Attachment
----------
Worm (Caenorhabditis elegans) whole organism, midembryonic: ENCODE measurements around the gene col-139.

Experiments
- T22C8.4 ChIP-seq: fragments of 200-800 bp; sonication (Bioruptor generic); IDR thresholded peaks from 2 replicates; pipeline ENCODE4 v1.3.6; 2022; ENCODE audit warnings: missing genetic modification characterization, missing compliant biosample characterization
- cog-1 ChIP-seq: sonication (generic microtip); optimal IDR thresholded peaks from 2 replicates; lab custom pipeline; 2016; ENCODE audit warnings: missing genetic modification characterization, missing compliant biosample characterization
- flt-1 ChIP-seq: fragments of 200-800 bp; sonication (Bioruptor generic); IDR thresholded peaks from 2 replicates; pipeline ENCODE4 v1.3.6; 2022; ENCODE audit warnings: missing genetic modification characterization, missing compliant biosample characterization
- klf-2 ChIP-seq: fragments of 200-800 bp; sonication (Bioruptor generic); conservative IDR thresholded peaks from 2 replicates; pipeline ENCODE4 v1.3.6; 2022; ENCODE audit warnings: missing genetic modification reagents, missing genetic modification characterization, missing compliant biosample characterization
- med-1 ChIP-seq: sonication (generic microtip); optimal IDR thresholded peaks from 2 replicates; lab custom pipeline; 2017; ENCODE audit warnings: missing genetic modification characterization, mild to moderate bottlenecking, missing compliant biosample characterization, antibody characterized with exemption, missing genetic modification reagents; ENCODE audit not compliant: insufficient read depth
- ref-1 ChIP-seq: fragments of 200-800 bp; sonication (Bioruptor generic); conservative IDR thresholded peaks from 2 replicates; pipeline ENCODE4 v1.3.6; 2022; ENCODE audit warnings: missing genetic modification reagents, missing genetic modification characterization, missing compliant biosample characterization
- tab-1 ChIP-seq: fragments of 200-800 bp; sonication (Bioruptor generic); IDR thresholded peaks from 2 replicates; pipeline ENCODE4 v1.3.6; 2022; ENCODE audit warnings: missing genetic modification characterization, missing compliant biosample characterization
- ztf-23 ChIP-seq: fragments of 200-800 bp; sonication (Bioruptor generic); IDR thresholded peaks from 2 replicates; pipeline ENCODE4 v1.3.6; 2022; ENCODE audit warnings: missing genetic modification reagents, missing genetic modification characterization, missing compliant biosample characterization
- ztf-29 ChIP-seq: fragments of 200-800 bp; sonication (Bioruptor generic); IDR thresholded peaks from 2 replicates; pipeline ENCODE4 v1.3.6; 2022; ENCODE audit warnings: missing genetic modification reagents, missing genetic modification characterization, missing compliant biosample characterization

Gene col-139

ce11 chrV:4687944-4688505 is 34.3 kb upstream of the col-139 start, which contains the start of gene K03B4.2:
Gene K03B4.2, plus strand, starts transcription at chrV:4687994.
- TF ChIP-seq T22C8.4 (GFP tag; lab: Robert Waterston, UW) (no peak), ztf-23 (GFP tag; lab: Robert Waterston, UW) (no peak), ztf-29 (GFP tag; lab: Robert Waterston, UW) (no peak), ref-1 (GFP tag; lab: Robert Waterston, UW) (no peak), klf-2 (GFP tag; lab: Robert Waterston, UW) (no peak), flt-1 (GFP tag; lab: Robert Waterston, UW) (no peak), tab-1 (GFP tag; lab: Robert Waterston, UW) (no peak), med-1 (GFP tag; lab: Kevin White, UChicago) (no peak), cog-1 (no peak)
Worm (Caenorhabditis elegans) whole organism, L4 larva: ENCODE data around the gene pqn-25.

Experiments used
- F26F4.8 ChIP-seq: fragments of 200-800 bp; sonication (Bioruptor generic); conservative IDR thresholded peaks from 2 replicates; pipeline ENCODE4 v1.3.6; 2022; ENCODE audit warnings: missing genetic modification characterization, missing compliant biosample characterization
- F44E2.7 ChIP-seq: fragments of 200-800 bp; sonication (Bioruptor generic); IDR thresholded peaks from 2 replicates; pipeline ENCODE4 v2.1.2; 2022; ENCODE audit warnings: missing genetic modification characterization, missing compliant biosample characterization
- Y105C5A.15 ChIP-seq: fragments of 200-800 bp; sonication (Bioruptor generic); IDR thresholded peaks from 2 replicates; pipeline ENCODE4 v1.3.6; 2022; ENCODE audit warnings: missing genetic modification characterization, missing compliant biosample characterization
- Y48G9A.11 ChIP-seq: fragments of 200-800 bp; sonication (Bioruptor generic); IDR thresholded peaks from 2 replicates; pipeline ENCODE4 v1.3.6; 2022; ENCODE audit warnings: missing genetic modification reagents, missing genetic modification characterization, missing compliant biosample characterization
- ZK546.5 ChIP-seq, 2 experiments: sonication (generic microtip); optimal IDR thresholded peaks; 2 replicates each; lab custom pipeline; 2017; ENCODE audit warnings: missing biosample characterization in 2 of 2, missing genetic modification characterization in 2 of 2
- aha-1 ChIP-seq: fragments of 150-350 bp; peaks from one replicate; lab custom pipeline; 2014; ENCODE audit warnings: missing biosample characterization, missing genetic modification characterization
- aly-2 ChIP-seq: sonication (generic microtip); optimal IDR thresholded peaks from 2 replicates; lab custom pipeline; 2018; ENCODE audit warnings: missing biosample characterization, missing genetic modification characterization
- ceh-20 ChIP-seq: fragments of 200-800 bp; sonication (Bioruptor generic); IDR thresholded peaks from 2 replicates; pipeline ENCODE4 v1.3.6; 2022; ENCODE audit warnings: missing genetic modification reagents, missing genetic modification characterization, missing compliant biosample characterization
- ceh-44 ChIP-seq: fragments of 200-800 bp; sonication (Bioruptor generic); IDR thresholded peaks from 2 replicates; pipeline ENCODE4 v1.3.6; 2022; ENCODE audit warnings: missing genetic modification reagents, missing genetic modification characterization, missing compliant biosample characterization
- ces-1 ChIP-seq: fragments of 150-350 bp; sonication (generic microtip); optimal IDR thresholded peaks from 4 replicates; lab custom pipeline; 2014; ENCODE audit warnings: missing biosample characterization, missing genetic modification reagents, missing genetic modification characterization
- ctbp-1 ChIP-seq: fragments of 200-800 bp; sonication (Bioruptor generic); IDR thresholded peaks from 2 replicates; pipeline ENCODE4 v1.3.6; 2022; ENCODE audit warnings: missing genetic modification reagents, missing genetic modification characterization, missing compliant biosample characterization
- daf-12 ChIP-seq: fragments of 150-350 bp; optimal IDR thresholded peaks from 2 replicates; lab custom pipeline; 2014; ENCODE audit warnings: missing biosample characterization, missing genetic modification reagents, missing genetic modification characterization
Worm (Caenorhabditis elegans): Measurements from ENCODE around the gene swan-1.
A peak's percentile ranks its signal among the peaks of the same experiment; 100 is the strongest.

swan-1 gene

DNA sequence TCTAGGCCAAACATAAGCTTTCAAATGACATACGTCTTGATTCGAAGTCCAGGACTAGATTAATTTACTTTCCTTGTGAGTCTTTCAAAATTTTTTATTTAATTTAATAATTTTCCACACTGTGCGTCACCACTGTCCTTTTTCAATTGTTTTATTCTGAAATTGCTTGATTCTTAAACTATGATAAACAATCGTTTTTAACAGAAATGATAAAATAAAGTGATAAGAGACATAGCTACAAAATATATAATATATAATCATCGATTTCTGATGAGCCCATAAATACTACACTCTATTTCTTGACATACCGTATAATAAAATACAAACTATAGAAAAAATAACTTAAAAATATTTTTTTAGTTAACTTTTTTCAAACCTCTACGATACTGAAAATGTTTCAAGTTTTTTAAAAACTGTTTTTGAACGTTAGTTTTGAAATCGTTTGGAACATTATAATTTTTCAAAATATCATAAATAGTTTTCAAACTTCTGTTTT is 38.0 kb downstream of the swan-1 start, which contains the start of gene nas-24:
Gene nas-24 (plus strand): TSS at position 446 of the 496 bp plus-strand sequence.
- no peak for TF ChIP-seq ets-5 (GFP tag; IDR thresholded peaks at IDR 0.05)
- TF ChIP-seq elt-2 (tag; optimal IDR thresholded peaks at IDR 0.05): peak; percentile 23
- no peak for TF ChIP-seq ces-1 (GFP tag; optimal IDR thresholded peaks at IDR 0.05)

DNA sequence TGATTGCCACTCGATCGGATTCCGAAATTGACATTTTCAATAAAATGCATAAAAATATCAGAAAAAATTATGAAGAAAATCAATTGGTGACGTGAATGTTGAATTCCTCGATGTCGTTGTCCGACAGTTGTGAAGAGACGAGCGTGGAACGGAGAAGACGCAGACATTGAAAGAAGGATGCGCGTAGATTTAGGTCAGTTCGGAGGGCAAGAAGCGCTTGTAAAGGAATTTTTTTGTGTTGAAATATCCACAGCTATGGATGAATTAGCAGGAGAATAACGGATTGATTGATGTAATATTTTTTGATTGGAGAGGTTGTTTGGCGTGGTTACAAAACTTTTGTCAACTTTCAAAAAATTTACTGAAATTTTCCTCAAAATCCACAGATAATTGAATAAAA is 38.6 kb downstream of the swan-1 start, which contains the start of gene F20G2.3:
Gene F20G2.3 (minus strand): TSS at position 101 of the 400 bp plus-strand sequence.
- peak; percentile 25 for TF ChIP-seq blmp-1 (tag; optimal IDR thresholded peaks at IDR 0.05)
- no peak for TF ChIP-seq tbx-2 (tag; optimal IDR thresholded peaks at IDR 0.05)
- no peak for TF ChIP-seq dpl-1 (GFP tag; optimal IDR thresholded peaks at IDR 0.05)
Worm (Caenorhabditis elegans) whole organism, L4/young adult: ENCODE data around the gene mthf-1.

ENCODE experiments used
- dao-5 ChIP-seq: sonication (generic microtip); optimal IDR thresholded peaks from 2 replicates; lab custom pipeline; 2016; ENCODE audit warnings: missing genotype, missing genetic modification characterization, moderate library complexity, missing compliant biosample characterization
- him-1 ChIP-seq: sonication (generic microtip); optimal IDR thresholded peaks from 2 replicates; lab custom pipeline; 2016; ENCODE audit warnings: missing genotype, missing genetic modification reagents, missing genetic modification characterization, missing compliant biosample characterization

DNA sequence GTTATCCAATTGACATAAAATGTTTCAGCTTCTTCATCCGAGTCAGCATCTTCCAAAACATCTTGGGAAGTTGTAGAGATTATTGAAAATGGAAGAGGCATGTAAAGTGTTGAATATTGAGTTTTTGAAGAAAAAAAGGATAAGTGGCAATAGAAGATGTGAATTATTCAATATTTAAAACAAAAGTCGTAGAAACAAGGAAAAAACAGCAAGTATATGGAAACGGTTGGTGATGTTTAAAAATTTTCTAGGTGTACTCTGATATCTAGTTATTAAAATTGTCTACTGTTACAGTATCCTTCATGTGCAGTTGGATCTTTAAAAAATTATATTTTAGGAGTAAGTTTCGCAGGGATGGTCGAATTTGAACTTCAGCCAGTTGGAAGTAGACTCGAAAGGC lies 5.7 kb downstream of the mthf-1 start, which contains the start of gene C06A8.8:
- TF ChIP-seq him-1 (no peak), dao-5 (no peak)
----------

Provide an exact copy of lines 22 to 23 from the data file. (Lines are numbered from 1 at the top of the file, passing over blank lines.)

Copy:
- ZK546.5 ChIP-seq, 2 experiments: sonication (generic microtip); optimal IDR thresholded peaks; 2 replicates each; lab custom pipeline; 2017; ENCODE audit warnings: missing biosample characterization in 2 of 2, missing genetic modification characterization in 2 of 2
- aha-1 ChIP-seq: fragments of 150-350 bp; peaks from one replicate; lab custom pipeline; 2014; ENCODE audit warnings: missing biosample characterization, missing genetic modification characterization